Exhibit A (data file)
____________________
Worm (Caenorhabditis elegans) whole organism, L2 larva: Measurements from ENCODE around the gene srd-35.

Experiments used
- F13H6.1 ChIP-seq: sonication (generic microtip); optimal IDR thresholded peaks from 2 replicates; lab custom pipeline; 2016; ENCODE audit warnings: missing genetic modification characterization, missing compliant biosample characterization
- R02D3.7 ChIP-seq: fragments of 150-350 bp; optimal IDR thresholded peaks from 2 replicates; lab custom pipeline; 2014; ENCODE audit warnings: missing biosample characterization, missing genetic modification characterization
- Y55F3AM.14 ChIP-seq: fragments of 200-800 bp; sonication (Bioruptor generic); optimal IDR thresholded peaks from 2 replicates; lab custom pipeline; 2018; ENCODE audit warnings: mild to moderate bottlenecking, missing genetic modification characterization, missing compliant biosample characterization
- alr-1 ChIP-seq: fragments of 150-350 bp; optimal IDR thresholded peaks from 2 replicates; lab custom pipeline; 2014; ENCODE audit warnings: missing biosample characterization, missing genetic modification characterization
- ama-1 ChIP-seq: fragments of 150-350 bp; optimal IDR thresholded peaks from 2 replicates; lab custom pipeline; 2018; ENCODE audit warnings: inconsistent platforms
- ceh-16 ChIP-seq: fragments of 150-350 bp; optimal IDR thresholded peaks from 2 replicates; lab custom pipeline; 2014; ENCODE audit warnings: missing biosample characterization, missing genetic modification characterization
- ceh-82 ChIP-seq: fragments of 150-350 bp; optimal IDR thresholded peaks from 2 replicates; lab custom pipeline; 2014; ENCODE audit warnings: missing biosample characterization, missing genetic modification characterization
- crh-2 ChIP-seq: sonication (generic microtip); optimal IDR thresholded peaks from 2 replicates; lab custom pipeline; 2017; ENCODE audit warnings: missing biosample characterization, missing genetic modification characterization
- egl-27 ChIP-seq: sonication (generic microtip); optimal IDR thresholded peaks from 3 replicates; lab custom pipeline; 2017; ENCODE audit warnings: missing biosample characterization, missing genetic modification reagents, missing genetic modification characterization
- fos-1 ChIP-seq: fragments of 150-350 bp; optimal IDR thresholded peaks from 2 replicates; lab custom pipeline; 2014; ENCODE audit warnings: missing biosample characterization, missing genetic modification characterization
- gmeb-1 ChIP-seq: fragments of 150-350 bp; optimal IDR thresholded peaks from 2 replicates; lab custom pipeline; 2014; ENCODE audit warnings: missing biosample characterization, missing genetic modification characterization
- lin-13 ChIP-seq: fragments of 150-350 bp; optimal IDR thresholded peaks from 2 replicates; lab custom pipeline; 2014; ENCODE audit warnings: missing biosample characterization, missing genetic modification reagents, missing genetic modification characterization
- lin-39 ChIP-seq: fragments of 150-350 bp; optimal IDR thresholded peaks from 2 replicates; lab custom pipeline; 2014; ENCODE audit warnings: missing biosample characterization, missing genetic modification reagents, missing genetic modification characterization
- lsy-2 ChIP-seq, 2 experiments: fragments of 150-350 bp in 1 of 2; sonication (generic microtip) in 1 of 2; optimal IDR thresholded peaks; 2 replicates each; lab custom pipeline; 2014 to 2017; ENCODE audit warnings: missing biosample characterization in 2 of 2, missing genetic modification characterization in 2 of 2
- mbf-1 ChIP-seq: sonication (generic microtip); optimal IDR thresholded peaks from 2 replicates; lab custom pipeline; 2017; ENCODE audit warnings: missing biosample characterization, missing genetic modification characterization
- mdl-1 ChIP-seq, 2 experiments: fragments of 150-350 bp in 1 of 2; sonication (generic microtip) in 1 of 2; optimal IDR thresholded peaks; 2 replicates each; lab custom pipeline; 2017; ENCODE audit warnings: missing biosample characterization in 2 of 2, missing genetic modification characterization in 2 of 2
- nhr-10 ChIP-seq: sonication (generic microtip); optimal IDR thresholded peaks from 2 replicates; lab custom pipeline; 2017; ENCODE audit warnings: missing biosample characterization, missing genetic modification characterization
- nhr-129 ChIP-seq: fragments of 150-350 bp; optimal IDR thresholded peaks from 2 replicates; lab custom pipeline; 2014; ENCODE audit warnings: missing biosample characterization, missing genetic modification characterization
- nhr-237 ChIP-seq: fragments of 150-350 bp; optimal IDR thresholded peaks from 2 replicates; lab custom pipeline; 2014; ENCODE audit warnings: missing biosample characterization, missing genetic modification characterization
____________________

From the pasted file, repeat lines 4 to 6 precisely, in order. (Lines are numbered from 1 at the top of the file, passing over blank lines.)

- R02D3.7 ChIP-seq: fragments of 150-350 bp; optimal IDR thresholded peaks from 2 replicates; lab custom pipeline; 2014; ENCODE audit warnings: missing biosample characterization, missing genetic modification characterization
- Y55F3AM.14 ChIP-seq: fragments of 200-800 bp; sonication (Bioruptor generic); optimal IDR thresholded peaks from 2 replicates; lab custom pipeline; 2018; ENCODE audit warnings: mild to moderate bottlenecking, missing genetic modification characterization, missing compliant biosample characterization
- alr-1 ChIP-seq: fragments of 150-350 bp; optimal IDR thresholded peaks from 2 replicates; lab custom pipeline; 2014; ENCODE audit warnings: missing biosample characterization, missing genetic modification characterization